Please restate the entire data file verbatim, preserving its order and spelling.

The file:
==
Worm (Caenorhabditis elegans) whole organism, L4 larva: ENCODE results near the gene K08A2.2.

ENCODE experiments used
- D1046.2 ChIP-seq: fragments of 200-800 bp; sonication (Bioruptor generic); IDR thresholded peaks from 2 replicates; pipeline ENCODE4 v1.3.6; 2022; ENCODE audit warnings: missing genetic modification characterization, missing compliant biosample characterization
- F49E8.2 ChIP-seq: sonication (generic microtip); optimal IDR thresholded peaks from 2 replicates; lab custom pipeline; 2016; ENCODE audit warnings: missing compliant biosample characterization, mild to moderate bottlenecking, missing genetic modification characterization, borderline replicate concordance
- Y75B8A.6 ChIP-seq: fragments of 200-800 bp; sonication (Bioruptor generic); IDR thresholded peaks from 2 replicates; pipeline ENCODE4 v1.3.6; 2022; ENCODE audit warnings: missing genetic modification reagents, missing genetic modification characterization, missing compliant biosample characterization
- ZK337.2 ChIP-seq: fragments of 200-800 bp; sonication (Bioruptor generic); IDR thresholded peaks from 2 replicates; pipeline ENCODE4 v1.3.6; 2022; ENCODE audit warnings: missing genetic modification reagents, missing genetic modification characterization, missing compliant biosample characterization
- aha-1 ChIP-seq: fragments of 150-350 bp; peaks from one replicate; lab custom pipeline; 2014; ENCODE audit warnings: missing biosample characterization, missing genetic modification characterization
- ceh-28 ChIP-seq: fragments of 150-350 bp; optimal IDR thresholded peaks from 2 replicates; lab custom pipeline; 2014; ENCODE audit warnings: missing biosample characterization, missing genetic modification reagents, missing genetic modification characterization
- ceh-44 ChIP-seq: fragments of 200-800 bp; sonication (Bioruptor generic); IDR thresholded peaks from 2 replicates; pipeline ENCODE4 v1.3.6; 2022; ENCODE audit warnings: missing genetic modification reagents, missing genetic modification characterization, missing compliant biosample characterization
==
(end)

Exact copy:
Worm (Caenorhabditis elegans) whole organism, L4 larva: ENCODE results near the gene K08A2.2.

ENCODE experiments used
- D1046.2 ChIP-seq: fragments of 200-800 bp; sonication (Bioruptor generic); IDR thresholded peaks from 2 replicates; pipeline ENCODE4 v1.3.6; 2022; ENCODE audit warnings: missing genetic modification characterization, missing compliant biosample characterization
- F49E8.2 ChIP-seq: sonication (generic microtip); optimal IDR thresholded peaks from 2 replicates; lab custom pipeline; 2016; ENCODE audit warnings: missing compliant biosample characterization, mild to moderate bottlenecking, missing genetic modification characterization, borderline replicate concordance
- Y75B8A.6 ChIP-seq: fragments of 200-800 bp; sonication (Bioruptor generic); IDR thresholded peaks from 2 replicates; pipeline ENCODE4 v1.3.6; 2022; ENCODE audit warnings: missing genetic modification reagents, missing genetic modification characterization, missing compliant biosample characterization
- ZK337.2 ChIP-seq: fragments of 200-800 bp; sonication (Bioruptor generic); IDR thresholded peaks from 2 replicates; pipeline ENCODE4 v1.3.6; 2022; ENCODE audit warnings: missing genetic modification reagents, missing genetic modification characterization, missing compliant biosample characterization
- aha-1 ChIP-seq: fragments of 150-350 bp; peaks from one replicate; lab custom pipeline; 2014; ENCODE audit warnings: missing biosample characterization, missing genetic modification characterization
- ceh-28 ChIP-seq: fragments of 150-350 bp; optimal IDR thresholded peaks from 2 replicates; lab custom pipeline; 2014; ENCODE audit warnings: missing biosample characterization, missing genetic modification reagents, missing genetic modification characterization
- ceh-44 ChIP-seq: fragments of 200-800 bp; sonication (Bioruptor generic); IDR thresholded peaks from 2 replicates; pipeline ENCODE4 v1.3.6; 2022; ENCODE audit warnings: missing genetic modification reagents, missing genetic modification characterization, missing compliant biosample characterization